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Brexit vote shocks the world

Britain's Prime Minister David Cameron speaks to the media in front of 10 Downing street, London, Friday, June, 24, 2016, as he announces he will resign by the time of the Conservative Party conference in the autumn, following the result of the EU referendum, in which the Britain voted to leave the EU. Britain has voted to leave the European Union. Most global leaders had expected the U.K. to stay in the EU, but the vote was fifty-two percent for exiting the twenty-eight-member bloc.

The withdrawal process will take up to two years, so nothing will change immediately. But make no mistake—this is a historic event. One British lawmaker called the outcome "a seismic moment for our country." Prime Minister David Cameron has announced that he will resign. Global markets plunged; the Dow Jones is projected to fall more than 500 points when it opens this morning.

Brexit proponents were especially frustrated about immigration. With a net migration of 330,000 people to the U.K. in 2015, more than half from the EU, many felt their national identity was under attack and that the influx endangered schools, housing, and health care.

"Take control" was the slogan of the "Leave" campaign, and it clearly resonated with the people. As The New York Times noted, "referendums are not about the question asked but the political mood at the time, and the political mood is sour."

That may be an understatement.

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Why Brexit affects you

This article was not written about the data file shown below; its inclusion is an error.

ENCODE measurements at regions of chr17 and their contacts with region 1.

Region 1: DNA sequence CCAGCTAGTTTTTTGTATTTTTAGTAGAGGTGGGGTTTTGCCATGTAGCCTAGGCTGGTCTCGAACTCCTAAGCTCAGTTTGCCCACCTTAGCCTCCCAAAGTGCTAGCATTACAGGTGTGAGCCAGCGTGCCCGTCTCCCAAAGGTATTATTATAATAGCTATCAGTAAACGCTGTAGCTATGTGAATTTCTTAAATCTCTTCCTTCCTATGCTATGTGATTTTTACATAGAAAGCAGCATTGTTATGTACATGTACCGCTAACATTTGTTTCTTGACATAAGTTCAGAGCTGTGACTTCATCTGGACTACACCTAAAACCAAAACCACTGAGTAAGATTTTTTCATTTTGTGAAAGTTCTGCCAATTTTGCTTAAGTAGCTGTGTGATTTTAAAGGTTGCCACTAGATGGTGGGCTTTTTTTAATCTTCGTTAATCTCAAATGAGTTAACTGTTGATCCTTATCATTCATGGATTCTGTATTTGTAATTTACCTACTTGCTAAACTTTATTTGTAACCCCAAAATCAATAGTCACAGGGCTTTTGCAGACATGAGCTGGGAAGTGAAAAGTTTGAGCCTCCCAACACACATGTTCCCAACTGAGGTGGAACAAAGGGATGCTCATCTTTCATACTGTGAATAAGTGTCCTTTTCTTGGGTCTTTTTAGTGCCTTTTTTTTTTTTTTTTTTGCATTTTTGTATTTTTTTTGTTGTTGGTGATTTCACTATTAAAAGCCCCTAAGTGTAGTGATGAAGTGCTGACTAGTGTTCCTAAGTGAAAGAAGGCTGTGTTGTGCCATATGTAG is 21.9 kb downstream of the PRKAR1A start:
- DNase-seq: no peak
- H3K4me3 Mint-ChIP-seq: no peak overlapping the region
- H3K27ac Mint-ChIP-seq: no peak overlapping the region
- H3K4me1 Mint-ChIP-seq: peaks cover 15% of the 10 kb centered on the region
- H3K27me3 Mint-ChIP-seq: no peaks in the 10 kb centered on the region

Credit: Matt Dunham via APPeople in Britain are voting today on whether their nation should stay in the European Union (EU). For the rest of us, this seems like an issue with little relevance outside of Europe.

Actually, what British voters decide today will affect all of us tomorrow.

Dubbed the "Brexit," the question of Britain's leaving the EU has been debated for months. Economists fear that a vote to leave would undermine London's position in the world financial order. The chief of the NATO alliance says trans-Atlantic security would be stronger if Britain remained in the European Union.

If it left, however, Britain could establish its own trade agreements. It would no longer contribute to the EU budget, saving a net of 8.5 billion pounds per year. Brexit supporters say leaving would give the nation greater control over immigration as well.

Here's why their vote affects us all. According to The Washington Post, a Brexit threatens more than a trillion dollars in investment and trade with the U.S. The International Monetary Fund predicts that a Brexit could reduce economic growth by up to 5.6 percent over the next three years. However, Brexit supporters say that leaving would strengthen the EU's unity around the Euro and make Europe a better trading partner for the world.

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Evangelical leaders meet with Trump: my thoughts